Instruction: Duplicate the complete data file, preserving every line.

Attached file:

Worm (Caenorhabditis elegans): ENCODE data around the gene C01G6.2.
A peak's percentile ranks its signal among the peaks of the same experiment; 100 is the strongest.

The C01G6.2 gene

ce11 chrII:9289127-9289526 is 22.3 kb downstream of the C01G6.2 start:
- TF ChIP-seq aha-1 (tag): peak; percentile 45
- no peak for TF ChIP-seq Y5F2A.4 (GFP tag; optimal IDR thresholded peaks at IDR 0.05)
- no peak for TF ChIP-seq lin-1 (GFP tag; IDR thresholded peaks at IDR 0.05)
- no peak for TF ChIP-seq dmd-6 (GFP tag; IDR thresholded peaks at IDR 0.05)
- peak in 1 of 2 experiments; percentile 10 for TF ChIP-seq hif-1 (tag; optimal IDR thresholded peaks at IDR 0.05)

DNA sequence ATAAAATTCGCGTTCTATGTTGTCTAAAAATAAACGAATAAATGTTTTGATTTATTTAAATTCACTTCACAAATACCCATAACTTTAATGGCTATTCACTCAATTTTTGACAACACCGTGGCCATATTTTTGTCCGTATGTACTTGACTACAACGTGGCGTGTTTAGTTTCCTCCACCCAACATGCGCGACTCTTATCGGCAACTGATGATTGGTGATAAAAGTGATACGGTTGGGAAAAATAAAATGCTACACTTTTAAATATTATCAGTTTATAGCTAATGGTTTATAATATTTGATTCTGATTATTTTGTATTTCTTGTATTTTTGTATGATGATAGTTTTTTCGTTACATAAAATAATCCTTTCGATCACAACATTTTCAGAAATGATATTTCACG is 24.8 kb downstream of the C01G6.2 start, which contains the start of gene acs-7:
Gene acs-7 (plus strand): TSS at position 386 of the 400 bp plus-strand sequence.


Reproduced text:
Worm (Caenorhabditis elegans): ENCODE data around the gene C01G6.2.
A peak's percentile ranks its signal among the peaks of the same experiment; 100 is the strongest.

The C01G6.2 gene

ce11 chrII:9289127-9289526 is 22.3 kb downstream of the C01G6.2 start:
- TF ChIP-seq aha-1 (tag): peak; percentile 45
- no peak for TF ChIP-seq Y5F2A.4 (GFP tag; optimal IDR thresholded peaks at IDR 0.05)
- no peak for TF ChIP-seq lin-1 (GFP tag; IDR thresholded peaks at IDR 0.05)
- no peak for TF ChIP-seq dmd-6 (GFP tag; IDR thresholded peaks at IDR 0.05)
- peak in 1 of 2 experiments; percentile 10 for TF ChIP-seq hif-1 (tag; optimal IDR thresholded peaks at IDR 0.05)

DNA sequence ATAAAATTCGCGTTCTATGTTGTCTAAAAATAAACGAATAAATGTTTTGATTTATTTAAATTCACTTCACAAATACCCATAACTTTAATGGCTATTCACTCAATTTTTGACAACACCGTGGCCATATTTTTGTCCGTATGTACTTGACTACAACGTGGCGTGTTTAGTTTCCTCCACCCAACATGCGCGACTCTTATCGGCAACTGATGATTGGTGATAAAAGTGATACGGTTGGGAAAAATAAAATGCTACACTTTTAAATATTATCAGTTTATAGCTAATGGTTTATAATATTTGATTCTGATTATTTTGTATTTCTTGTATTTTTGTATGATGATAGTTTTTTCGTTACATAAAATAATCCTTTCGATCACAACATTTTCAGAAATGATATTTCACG is 24.8 kb downstream of the C01G6.2 start, which contains the start of gene acs-7:
Gene acs-7 (plus strand): TSS at position 386 of the 400 bp plus-strand sequence.